One of the most prolific and lost lasting images of the 1940-50’s era was the Smile Soda brand’s distinctive orange with a human like face on it. This logo was used on so many of the brand’s advertising signage, as shown here on this tin over carboard restaurant menu sign. This sign’s caption reads “Refresh with a Smile”. Of course the smiling orange certainly was a play on words for this design. Menu boards are found today with lots of advertising products on them, but the ones you will find most often are related to both beer, soda and dairy products. This makes sense given the products and menu style signs were most often hung in local restaurants and smaller grocery type of establishments. Menu boards in the tin design or even reverse on glass designs lasted until about 1960 or so, when the tin black chalkboard style signs became all the rage.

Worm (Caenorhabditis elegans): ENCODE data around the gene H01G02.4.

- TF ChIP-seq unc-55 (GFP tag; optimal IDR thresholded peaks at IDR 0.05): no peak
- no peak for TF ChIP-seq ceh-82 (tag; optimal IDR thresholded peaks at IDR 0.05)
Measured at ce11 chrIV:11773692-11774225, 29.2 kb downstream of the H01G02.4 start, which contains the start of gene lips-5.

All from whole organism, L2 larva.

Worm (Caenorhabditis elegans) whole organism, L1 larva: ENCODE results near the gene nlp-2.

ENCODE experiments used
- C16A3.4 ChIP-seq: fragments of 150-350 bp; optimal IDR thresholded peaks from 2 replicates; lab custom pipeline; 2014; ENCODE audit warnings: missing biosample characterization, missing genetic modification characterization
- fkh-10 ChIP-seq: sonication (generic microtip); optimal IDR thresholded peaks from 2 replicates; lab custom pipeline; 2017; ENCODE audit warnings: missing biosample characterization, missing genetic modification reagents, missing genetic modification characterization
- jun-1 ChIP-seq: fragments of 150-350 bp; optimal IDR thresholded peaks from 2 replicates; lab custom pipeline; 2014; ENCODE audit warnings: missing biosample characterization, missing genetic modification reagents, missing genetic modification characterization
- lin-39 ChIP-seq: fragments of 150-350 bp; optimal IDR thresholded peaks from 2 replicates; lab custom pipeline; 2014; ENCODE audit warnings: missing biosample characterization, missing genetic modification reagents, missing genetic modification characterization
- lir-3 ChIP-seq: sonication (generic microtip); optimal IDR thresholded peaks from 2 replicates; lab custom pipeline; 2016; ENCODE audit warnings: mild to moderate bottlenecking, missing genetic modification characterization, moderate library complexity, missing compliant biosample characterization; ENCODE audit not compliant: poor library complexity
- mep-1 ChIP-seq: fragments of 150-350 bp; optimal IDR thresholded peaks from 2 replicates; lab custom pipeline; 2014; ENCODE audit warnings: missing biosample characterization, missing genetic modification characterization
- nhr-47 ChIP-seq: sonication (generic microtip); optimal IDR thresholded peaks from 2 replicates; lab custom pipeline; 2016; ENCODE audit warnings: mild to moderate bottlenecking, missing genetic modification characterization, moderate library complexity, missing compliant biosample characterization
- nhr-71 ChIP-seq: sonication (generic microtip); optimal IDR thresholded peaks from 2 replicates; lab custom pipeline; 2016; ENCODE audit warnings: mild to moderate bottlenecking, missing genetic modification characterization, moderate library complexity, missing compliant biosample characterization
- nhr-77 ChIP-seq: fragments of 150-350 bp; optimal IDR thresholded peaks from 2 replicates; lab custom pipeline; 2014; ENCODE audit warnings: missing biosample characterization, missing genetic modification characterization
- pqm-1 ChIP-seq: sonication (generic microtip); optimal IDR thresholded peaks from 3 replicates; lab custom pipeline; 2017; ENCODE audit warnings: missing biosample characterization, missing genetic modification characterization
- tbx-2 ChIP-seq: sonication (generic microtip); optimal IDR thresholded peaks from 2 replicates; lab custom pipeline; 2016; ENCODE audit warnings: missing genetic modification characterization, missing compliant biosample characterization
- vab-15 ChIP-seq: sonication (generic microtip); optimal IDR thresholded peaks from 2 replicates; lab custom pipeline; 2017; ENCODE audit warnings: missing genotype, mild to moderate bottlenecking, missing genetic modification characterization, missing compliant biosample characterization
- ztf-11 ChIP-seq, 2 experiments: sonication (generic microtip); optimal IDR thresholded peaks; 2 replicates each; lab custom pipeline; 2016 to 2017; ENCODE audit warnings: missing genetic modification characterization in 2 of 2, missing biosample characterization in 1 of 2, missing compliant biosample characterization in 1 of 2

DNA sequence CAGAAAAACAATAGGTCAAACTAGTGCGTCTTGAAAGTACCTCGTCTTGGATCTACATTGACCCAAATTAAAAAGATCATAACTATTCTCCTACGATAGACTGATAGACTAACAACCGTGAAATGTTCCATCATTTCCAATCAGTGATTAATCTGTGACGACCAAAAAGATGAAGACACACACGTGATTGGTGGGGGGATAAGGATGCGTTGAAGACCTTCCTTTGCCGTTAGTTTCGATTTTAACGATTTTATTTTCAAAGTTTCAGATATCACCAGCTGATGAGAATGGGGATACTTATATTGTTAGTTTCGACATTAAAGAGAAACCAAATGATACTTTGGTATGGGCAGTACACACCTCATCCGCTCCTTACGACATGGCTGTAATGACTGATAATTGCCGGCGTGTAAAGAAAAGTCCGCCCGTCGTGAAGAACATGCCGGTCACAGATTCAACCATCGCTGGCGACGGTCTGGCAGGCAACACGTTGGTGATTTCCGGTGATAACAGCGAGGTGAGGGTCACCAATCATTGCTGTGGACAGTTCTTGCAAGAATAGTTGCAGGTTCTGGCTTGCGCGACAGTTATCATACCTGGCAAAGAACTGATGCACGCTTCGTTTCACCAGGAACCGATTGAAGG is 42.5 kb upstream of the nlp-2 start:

The Smile brand of soda pop originated in the St. Louis, MO area in the 1920’s era. Based in St. Louis, the city had at least fifty different carbonated beverage companies in the metropolitan area. The Smile brand was made specifically by the Orange Smile Syrup Company, and their headquarters building still has a distinctive art deco tile emblem built into the wall in the Soulard area in South St. Louis. A few other prominent captions were “Drink Smile” and “Refresh with a Smile”. The brand was a sister product to the Whistle brand of soda of the era. Unlike Smile which was an orange drink only, the Whistle brand came in many flavors. Because Smile was an orange soda only, instead of listing all types of soda style flavors, this sign was used to advertise various types of food selections the restaurant was selling.